But now, Metaxas argues, that narrative is becoming obsolete: current findings in science show us that the arising of life in the universe is so improbable that it becomes increasingly clear that some master intelligence is probably behind it.
But is this the right way to think about God as Creator? Is the rational basis for believing in His existence really dependent on the deliverances of modern science? Should one calibrate the depth of one’s faith on the basis of what researchers tell us about the plausibility of the “God hypothesis” in recent issues of the leading peer-reviewed science journals? The answer to all three question is no, since God is not a scientific hypothesis. For this reason, it is equally true that advances in our scientific knowledge cannot in principle count against the existence of God.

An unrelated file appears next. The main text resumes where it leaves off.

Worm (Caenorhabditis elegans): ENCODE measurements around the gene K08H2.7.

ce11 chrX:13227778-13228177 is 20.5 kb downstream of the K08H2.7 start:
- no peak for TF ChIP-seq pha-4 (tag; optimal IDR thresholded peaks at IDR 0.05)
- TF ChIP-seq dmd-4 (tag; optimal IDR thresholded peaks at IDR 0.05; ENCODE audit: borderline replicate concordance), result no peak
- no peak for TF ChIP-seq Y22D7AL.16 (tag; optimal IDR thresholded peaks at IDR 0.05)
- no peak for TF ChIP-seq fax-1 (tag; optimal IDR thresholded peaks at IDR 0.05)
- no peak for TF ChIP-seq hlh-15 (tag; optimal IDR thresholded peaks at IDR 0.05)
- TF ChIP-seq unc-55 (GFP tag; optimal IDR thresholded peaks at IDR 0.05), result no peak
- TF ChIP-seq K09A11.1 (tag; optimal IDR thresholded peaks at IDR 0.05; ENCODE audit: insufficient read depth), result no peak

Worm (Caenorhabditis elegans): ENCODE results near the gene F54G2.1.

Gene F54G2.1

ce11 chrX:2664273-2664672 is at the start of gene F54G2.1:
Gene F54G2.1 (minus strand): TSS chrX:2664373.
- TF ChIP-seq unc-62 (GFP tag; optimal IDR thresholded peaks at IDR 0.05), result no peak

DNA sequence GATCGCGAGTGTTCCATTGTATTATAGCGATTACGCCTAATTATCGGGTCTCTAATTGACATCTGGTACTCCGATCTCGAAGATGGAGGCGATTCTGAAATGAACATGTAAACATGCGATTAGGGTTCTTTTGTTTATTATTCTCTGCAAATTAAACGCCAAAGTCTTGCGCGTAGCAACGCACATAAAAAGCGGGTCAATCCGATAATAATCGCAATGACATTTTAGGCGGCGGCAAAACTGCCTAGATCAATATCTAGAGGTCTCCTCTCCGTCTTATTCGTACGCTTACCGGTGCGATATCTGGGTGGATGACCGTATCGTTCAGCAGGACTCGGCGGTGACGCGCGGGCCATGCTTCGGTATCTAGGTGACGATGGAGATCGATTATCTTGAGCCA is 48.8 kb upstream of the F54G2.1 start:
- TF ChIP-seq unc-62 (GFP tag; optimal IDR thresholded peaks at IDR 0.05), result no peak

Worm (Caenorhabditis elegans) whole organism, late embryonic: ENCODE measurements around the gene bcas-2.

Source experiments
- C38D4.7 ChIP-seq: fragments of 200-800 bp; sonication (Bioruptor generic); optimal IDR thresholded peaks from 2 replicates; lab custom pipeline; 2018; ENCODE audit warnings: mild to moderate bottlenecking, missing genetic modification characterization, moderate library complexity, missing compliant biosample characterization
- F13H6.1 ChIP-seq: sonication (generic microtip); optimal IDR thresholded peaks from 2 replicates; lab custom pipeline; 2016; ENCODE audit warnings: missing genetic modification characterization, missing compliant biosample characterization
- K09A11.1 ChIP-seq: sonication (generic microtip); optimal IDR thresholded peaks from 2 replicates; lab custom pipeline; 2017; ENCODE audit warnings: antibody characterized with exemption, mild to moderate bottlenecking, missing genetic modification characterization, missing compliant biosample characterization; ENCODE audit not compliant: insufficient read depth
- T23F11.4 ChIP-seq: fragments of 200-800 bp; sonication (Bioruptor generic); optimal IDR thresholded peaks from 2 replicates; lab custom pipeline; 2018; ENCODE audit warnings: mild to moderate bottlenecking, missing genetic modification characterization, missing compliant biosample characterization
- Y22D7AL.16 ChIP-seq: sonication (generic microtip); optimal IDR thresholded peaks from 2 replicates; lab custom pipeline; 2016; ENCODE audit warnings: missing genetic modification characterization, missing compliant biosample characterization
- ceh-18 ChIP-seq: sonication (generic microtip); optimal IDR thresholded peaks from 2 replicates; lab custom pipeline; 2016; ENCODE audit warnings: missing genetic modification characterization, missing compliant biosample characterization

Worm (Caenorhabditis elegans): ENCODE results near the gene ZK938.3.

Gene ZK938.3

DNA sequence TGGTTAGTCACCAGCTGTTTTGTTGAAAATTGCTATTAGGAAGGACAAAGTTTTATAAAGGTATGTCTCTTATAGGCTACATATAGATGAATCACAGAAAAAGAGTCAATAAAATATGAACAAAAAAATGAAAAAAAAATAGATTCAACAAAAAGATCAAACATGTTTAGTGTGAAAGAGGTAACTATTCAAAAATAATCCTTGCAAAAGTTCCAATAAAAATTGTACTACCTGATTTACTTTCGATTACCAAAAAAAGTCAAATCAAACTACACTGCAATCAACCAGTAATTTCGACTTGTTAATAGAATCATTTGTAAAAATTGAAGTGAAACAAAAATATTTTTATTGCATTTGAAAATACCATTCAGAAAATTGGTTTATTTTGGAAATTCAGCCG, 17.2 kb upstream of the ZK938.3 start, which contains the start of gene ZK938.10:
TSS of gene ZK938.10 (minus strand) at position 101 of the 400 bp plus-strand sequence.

This is because God – as understood by the Catholic Church and by most other theistic traditions – is not a being in the universe, a superior agent whose existence we postulate in order to explain some natural phenomenon, but rather, Being Itself, that which all contingent reality depends for its existence.
I am not philosophically sophisticated enough to respond on this point, but my view is this: order in creation does not prove God, but it is a sign pointing to God. Even if God’s existence could be proved, it changes nothing; even the devil believes in God, but rejects Him. God desires to live in communion with us. Recognizing His existence with the intellect is only a start. He wants not our minds, but our hearts. In Kierkegaardian terms, God is a subjective truth — a truth that can only be known by appropriating it with the most passionate inwardness. We don’t know God like we know the Second Law of Thermodynamics; we know God like we know the love of our father.
Science can be a signpost on the way to God, but no more than that. A God whose existence can be proven is not God.